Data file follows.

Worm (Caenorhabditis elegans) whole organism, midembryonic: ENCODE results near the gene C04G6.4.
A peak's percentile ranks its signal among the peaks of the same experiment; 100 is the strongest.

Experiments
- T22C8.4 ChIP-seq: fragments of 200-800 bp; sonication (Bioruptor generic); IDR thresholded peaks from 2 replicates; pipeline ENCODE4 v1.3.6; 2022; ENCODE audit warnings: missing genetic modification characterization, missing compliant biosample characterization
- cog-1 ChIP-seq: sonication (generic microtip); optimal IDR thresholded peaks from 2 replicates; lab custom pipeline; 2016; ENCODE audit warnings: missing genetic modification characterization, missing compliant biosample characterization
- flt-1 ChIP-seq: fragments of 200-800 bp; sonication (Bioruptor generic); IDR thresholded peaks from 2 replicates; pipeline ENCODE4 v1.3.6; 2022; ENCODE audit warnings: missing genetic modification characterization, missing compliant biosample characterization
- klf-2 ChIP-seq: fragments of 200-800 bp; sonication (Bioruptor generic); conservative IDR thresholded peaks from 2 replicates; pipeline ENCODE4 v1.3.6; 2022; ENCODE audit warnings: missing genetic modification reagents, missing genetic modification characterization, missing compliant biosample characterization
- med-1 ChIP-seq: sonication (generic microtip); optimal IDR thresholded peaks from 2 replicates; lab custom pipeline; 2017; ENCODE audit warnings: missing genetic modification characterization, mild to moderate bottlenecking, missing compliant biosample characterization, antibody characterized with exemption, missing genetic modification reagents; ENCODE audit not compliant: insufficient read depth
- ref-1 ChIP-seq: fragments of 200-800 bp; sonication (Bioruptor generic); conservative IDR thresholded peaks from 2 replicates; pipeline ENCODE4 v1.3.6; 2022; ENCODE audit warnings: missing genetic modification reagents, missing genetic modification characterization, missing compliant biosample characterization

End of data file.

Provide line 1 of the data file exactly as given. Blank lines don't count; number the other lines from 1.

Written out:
Worm (Caenorhabditis elegans) whole organism, midembryonic: ENCODE results near the gene C04G6.4.